Elinor M. Brent-Dyer: ‘The Princess of the Chalet School’

I am being honest about what I’m reading here: the next book in the pile was a lightweight paperback for very young readers, originally published in 1927, set in a Swiss boarding school run by a bunch of devoted Catholics, and the third installment in a series of sixty-two similar novels. Wow. It was exactly like what you are imagining. My friend lent me this book promising a very light and wholesome read – and a window into her childhood. She devoured these as a kid while the rest of us were reading our way through Goosebumps  and The Babysitter’s Club.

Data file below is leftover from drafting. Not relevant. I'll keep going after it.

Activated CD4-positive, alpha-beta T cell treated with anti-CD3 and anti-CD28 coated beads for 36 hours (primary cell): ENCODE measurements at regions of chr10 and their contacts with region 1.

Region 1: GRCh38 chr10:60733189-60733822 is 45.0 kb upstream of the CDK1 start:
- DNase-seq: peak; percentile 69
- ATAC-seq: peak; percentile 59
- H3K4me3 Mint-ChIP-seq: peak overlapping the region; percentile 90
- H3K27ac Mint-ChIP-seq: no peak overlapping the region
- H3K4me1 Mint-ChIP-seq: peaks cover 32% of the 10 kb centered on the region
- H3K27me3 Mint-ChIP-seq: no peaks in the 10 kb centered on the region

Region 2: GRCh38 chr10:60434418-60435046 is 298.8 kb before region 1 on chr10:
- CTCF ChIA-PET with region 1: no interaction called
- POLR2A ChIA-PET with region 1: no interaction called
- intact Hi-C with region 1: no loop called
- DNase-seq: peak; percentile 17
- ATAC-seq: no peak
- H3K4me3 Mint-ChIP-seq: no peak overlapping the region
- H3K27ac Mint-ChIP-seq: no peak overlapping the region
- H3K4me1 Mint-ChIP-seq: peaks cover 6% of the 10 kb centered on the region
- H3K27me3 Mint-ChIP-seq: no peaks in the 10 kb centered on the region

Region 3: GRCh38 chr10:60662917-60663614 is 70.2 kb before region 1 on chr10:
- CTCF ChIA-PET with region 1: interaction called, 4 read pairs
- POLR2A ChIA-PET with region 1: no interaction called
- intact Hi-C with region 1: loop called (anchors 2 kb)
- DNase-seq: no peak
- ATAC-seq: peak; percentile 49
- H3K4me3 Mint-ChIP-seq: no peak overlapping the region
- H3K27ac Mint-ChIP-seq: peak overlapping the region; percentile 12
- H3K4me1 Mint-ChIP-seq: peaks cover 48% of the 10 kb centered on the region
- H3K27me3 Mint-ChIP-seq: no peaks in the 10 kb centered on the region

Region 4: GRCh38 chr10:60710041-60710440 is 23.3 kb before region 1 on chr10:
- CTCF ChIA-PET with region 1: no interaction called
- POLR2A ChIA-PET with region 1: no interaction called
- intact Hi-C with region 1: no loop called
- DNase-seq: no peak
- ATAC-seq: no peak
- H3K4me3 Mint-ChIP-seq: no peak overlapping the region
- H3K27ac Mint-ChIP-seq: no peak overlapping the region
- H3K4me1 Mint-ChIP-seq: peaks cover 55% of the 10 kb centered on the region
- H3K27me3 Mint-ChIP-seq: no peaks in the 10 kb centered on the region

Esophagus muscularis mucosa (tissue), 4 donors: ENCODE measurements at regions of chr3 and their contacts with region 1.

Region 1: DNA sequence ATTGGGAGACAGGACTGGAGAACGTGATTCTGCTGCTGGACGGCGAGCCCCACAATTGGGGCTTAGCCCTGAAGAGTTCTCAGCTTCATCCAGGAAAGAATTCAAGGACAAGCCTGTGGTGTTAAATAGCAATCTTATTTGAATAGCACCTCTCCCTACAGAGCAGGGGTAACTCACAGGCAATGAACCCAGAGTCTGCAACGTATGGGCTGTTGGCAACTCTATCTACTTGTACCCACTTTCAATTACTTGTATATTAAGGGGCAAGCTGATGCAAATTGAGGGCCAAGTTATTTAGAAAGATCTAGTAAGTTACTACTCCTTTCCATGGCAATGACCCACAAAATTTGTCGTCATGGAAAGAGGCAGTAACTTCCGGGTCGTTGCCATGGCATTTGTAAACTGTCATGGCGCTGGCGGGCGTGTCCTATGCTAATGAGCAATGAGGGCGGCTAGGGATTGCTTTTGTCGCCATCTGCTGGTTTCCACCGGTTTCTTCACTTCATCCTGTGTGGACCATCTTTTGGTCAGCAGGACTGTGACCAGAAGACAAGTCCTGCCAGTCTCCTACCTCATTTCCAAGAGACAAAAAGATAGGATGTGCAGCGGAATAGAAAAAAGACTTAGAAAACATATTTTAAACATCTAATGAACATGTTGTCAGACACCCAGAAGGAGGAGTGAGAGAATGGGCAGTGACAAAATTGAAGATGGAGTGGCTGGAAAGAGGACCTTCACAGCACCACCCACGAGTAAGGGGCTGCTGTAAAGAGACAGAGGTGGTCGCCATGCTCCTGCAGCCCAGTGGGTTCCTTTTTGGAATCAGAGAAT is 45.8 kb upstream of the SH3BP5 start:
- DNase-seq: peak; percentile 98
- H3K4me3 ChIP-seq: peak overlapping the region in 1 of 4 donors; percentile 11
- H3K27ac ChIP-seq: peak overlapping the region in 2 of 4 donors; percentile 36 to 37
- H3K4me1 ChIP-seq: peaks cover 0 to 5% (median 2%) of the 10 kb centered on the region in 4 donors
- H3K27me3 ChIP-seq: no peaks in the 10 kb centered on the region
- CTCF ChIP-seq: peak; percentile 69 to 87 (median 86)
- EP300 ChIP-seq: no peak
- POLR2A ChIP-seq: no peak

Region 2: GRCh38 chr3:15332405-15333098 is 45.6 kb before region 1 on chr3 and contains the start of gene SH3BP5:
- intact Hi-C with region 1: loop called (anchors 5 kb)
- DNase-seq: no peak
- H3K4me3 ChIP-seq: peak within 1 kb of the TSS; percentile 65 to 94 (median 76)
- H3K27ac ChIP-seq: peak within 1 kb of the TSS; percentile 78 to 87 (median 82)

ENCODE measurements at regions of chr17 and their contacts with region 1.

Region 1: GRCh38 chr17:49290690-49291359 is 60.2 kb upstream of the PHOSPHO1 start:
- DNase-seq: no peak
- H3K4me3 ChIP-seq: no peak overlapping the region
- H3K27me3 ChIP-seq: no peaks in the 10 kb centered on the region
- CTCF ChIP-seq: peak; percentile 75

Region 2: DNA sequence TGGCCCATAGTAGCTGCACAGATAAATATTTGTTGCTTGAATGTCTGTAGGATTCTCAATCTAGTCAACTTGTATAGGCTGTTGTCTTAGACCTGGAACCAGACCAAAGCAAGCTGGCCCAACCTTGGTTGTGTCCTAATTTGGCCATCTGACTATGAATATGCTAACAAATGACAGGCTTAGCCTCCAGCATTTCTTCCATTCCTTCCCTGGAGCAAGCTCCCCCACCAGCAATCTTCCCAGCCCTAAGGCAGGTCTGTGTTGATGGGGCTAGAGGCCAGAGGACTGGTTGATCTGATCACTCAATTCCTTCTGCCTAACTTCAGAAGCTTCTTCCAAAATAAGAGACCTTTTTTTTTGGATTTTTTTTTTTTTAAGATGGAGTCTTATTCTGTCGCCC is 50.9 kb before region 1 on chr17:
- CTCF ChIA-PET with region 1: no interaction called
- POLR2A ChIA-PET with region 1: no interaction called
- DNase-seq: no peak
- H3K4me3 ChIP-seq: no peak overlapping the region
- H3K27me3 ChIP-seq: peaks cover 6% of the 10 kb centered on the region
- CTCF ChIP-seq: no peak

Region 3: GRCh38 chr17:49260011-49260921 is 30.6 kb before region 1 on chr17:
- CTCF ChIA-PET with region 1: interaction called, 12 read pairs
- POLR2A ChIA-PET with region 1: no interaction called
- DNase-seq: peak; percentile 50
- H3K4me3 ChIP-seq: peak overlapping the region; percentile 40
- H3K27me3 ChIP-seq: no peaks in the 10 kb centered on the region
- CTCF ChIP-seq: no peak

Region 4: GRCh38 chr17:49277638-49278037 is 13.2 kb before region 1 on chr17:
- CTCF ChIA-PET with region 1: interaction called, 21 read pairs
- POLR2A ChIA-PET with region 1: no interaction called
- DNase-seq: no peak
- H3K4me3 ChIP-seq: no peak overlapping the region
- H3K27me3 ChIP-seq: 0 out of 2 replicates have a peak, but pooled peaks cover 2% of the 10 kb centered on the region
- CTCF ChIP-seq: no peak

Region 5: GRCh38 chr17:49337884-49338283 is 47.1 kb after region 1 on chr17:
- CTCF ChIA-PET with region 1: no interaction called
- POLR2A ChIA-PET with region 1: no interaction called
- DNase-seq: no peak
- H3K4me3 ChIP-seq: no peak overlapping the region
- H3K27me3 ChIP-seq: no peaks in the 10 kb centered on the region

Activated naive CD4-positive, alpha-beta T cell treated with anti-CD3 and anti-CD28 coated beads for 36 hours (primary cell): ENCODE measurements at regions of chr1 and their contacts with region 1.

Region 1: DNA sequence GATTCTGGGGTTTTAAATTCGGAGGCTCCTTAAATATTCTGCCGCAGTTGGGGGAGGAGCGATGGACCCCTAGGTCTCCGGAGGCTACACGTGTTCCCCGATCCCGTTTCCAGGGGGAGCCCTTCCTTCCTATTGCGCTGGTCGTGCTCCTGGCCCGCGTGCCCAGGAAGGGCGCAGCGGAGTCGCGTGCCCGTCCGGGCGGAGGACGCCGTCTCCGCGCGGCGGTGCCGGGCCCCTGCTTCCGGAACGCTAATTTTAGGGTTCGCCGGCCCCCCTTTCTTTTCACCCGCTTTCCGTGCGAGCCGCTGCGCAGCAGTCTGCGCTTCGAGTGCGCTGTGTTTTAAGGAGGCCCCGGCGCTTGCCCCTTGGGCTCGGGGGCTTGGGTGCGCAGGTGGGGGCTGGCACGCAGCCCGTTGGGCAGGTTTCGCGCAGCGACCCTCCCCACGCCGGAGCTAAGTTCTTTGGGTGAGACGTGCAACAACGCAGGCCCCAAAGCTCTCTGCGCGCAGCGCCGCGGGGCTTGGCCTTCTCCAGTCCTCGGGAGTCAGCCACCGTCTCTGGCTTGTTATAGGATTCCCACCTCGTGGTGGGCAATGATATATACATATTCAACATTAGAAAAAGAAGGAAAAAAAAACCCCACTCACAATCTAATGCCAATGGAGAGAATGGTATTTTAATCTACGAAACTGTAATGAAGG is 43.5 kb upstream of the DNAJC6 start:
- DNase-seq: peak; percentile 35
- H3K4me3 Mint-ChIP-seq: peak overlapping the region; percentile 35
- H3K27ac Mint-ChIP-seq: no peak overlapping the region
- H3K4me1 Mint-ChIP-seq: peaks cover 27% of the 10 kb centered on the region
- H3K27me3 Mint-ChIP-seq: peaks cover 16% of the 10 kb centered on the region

Yeah. There isn’t much to say about this book, except that is was definitely very sweet and wholesome and light and easy to read. There was a kidnapping (spoilers), but my friend assures me that this is a standard plot device for the author: there is either a kidnapping, a natural disaster or a student lost in the Alps in any given book in this series.

The one exceptional thing about this book was, like A Vicarage Family, the Chalet School reminded me of what it felt like to be a child who is mocked, patronised or unfairly treated by a regular adult – not an evil adult, just an adult who is not very thoughtful. It was a good reminder of how kids can see the world, and a reminder to not be a jerk to young people.

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